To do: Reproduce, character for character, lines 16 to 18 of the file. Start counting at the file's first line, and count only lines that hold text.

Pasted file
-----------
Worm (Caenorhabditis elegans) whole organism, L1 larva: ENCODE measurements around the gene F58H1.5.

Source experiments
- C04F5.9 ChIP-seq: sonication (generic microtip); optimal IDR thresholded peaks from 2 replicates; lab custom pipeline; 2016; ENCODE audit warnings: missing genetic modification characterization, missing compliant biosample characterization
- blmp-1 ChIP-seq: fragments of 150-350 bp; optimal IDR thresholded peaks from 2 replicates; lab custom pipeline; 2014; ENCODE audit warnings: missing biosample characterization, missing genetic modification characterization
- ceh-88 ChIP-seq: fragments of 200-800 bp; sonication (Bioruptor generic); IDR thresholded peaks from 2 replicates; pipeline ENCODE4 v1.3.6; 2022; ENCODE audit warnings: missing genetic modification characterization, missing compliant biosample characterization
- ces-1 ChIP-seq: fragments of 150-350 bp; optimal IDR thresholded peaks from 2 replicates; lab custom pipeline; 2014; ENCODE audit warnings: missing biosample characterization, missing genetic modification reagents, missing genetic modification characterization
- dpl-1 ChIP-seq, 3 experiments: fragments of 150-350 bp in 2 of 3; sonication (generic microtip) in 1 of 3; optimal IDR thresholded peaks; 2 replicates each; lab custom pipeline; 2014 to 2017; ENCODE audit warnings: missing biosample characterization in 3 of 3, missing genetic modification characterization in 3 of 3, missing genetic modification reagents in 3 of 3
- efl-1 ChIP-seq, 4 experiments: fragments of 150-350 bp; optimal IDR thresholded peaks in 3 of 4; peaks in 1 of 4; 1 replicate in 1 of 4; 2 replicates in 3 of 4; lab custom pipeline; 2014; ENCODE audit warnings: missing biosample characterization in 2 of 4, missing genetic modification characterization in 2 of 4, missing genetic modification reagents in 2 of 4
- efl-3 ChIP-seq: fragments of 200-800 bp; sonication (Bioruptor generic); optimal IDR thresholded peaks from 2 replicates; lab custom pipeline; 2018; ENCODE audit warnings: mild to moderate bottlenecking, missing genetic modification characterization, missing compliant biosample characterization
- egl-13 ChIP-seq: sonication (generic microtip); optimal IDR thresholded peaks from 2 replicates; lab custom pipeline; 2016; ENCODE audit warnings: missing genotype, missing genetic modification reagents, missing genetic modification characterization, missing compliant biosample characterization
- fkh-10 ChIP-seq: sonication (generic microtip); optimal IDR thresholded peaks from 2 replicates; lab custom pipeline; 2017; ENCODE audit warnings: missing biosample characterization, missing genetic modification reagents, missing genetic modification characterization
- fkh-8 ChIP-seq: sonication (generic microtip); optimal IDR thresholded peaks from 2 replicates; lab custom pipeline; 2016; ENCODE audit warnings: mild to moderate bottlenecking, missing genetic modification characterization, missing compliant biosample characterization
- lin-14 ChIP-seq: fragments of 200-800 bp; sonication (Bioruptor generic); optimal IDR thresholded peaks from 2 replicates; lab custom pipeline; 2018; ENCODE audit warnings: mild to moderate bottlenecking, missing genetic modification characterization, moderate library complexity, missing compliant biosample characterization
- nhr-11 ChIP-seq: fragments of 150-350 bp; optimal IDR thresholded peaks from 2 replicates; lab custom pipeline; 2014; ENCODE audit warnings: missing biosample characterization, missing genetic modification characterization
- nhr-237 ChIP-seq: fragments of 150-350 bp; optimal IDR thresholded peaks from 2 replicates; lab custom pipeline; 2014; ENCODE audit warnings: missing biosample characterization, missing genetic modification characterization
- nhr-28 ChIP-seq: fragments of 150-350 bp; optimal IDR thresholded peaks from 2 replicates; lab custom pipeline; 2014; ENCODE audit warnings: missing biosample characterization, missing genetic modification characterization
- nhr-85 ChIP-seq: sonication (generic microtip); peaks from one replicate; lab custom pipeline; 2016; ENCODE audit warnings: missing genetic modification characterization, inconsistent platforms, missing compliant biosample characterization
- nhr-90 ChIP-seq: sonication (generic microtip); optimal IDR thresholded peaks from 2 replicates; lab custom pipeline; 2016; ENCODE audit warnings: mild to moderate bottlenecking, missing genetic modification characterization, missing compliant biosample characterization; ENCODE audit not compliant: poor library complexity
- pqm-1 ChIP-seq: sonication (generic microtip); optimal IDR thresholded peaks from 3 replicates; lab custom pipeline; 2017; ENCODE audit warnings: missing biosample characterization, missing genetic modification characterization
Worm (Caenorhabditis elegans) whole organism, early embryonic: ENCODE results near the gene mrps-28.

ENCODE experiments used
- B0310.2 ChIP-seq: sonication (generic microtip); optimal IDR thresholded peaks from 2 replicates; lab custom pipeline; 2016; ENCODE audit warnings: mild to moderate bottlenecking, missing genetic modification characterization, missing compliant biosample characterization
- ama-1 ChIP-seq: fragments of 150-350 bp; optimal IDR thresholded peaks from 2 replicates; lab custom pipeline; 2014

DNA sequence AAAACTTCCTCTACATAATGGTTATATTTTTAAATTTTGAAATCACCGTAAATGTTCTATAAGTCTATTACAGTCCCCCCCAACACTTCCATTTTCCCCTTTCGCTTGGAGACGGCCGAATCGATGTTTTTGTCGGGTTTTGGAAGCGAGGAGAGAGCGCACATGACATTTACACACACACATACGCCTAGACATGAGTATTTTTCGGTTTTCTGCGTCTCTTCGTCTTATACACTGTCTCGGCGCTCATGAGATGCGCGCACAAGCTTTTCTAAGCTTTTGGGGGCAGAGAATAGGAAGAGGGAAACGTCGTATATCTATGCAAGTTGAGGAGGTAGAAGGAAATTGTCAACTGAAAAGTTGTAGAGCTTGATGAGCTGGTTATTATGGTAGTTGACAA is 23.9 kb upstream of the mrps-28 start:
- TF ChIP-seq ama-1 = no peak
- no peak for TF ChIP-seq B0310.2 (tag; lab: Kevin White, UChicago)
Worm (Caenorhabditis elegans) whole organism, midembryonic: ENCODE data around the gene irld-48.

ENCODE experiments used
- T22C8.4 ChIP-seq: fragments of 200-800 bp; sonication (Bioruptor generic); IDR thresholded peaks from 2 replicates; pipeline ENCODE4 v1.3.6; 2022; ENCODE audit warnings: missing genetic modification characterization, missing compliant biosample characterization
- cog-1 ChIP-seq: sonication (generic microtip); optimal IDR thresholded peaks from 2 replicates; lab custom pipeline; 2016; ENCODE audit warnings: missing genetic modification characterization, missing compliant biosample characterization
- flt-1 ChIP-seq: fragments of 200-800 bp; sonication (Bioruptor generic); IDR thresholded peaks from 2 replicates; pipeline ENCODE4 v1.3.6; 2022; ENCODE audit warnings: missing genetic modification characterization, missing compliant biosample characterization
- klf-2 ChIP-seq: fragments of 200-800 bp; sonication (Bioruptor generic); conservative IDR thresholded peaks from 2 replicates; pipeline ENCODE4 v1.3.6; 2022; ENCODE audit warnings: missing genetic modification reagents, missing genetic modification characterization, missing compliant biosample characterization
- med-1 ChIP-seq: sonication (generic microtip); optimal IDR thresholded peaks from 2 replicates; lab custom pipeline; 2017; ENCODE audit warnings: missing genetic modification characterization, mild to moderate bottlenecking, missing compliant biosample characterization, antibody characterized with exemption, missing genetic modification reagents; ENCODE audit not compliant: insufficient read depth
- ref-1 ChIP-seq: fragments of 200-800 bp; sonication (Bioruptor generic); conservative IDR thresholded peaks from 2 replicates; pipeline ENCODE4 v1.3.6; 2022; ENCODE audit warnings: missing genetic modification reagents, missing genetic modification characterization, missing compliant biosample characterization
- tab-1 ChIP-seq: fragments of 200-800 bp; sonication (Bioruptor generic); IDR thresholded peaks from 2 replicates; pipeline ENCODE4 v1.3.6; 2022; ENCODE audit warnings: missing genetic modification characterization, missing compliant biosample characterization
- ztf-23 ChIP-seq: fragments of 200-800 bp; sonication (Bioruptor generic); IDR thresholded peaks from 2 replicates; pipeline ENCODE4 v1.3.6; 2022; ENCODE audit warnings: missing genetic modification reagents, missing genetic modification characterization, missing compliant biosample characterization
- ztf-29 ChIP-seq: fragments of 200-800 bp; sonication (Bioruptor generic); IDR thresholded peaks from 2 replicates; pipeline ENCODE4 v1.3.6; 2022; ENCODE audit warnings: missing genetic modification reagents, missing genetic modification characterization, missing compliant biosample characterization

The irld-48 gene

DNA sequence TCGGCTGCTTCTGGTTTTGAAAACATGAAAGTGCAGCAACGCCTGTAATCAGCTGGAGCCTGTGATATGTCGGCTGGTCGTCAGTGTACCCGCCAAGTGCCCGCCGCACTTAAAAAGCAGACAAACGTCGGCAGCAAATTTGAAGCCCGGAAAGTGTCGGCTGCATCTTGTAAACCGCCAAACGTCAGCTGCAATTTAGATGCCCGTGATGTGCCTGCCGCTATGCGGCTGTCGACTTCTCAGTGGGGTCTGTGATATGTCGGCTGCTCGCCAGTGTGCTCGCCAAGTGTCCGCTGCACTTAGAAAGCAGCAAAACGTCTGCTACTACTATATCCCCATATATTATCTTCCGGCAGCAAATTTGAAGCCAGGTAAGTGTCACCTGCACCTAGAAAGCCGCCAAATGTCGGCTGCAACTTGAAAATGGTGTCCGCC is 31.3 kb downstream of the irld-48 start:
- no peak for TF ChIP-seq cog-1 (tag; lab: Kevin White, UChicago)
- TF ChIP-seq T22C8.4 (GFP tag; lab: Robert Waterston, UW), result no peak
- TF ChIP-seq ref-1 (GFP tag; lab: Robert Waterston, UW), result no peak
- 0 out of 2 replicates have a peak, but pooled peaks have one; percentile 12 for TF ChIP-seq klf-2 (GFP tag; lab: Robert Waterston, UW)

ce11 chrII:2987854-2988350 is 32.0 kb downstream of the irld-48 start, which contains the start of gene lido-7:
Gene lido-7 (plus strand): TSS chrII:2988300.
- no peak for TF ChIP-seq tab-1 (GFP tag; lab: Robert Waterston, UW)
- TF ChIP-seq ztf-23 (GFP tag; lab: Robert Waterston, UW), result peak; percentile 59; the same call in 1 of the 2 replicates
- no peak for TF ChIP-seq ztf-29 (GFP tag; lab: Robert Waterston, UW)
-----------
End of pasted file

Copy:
- nhr-28 ChIP-seq: fragments of 150-350 bp; optimal IDR thresholded peaks from 2 replicates; lab custom pipeline; 2014; ENCODE audit warnings: missing biosample characterization, missing genetic modification characterization
- nhr-85 ChIP-seq: sonication (generic microtip); peaks from one replicate; lab custom pipeline; 2016; ENCODE audit warnings: missing genetic modification characterization, inconsistent platforms, missing compliant biosample characterization
- nhr-90 ChIP-seq: sonication (generic microtip); optimal IDR thresholded peaks from 2 replicates; lab custom pipeline; 2016; ENCODE audit warnings: mild to moderate bottlenecking, missing genetic modification characterization, missing compliant biosample characterization; ENCODE audit not compliant: poor library complexity